On the other hand, if the training load is too high, intolerable & taken on over a long period of time, overtraining as well as possible injury may occur.

So if you’re at a plateau, or having a hard time reaching your goals, try to plan out your workouts a little bit more, taking yourself through different phases/variations of training to get more/better results!


Periodization: Theory & Methodlogy of Training by Tudor O. Bompa & Greg Haff


Back/Leg Circuit

Circuit training is a great way to get the most out of every workout, especially if your goal is to burn fat. Here’s a workout to try next time you hit the gym.  Emphasis is on back & legs.  Each circuit will contain one exercise for back, & one for legs; this way you can alternate between the two exercises with no rest in between & you’ll keep your heart rate elevated.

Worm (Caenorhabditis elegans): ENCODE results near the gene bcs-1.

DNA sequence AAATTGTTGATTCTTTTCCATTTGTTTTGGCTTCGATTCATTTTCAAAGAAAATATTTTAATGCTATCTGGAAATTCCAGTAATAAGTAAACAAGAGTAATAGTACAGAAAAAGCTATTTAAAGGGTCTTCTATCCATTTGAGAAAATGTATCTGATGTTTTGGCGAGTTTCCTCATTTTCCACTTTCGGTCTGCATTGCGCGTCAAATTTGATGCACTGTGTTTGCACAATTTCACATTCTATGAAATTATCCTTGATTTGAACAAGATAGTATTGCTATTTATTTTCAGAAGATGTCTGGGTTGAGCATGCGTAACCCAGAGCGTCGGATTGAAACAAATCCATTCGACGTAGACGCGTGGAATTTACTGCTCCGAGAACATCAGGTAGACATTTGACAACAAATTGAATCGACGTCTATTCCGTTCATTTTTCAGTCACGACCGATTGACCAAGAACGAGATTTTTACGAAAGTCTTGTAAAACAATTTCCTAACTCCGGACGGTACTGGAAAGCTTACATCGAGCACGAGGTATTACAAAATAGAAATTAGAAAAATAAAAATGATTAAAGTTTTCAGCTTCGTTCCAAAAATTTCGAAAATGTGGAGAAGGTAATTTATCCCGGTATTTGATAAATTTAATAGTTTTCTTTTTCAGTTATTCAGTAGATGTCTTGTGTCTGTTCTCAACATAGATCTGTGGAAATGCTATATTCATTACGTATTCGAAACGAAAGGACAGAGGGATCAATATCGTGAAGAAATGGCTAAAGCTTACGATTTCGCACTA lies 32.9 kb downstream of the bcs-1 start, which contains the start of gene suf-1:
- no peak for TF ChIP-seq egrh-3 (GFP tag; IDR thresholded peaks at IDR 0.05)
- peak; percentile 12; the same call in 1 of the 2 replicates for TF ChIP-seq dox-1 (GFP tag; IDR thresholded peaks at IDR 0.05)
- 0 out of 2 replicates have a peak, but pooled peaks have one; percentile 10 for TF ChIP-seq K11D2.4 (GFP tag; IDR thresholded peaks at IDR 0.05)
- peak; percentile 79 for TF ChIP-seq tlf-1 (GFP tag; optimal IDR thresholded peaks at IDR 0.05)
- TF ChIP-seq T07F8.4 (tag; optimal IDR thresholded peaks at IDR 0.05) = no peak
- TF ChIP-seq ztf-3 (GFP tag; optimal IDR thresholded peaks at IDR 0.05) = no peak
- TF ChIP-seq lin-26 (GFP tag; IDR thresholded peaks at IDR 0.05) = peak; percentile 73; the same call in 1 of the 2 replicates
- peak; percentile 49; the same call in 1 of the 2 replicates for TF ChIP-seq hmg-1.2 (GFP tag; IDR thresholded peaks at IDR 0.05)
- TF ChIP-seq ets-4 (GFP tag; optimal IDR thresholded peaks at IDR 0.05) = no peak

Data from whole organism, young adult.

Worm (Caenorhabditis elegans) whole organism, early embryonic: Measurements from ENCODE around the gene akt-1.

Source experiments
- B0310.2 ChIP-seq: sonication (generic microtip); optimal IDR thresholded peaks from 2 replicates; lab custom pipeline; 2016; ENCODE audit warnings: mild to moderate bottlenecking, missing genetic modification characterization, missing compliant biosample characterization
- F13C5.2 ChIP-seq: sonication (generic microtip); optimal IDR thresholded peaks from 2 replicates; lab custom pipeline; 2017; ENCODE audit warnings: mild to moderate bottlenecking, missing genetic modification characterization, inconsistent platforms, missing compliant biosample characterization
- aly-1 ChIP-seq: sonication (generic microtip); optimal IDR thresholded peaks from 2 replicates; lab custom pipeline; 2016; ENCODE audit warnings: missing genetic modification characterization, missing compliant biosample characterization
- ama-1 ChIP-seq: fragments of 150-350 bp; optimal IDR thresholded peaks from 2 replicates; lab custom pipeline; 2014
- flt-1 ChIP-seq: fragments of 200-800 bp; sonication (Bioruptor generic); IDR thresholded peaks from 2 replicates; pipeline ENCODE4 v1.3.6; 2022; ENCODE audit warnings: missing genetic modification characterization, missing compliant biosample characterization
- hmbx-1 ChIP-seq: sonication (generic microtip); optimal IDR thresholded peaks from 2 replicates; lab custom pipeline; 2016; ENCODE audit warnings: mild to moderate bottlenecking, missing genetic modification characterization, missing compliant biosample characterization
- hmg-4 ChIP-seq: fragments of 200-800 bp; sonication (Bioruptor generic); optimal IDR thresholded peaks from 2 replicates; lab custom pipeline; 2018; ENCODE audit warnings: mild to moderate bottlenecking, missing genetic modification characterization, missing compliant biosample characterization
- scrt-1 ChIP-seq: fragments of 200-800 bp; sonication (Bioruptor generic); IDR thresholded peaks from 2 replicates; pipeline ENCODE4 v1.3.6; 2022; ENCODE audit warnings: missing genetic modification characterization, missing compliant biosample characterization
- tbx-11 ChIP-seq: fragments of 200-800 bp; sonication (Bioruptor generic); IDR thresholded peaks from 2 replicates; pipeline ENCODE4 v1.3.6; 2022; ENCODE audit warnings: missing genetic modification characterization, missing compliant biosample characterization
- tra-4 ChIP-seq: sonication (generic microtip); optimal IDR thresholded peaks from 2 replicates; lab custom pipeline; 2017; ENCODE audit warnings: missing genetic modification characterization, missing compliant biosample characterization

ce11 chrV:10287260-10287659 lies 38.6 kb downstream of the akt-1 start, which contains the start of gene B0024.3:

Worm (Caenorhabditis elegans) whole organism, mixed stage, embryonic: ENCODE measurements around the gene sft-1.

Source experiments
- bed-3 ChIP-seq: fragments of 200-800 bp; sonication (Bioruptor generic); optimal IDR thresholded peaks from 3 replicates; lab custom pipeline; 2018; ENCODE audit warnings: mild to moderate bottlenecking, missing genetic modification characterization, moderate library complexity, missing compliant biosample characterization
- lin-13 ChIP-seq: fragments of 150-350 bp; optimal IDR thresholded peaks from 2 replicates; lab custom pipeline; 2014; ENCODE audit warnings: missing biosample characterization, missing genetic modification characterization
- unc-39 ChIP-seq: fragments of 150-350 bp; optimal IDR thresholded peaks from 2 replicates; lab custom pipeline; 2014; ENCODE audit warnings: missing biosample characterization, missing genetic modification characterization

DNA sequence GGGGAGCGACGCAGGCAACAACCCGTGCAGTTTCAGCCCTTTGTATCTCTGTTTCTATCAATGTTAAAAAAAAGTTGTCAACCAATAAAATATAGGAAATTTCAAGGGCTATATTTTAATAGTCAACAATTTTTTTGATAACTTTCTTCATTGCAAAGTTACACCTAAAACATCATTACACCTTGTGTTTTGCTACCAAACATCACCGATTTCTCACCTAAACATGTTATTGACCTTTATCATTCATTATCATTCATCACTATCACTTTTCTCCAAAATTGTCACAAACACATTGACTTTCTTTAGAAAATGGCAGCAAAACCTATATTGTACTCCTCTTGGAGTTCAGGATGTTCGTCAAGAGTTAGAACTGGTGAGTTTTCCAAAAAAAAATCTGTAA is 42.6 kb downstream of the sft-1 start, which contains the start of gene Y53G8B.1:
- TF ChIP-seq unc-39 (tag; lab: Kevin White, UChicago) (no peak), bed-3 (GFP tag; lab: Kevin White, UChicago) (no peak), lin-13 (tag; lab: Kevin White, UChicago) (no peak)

1.  Speed Squats (20)

     Supine Rows (12)

2. Walking Lunges (20)

     Seated Single Arm Row (12)

3.  Kettlebell swings (20)

     Pullups (assisted if necessary) (12)

4. Sprints; Sprint 1 minute, Recover for 90s x 6

(Recovery should still consist of a jog; it should be comfortable enough so that your heart rate goes down before you start back up with your next sprint)

Repeat each circuit 3 times before you start the next.  Rest 90 seconds in between each circuit (depending on fitness level, if you need to modify & increase your rest interval, that’s fine).


  • Speeds squats are called speed squats for a reason; they should be done fast
  • The more parallel you are to the ground for the horizontal bar rows, the more challenging it will be (therefore, challenge yourself & if you start to struggle half way through, just make the adjustment)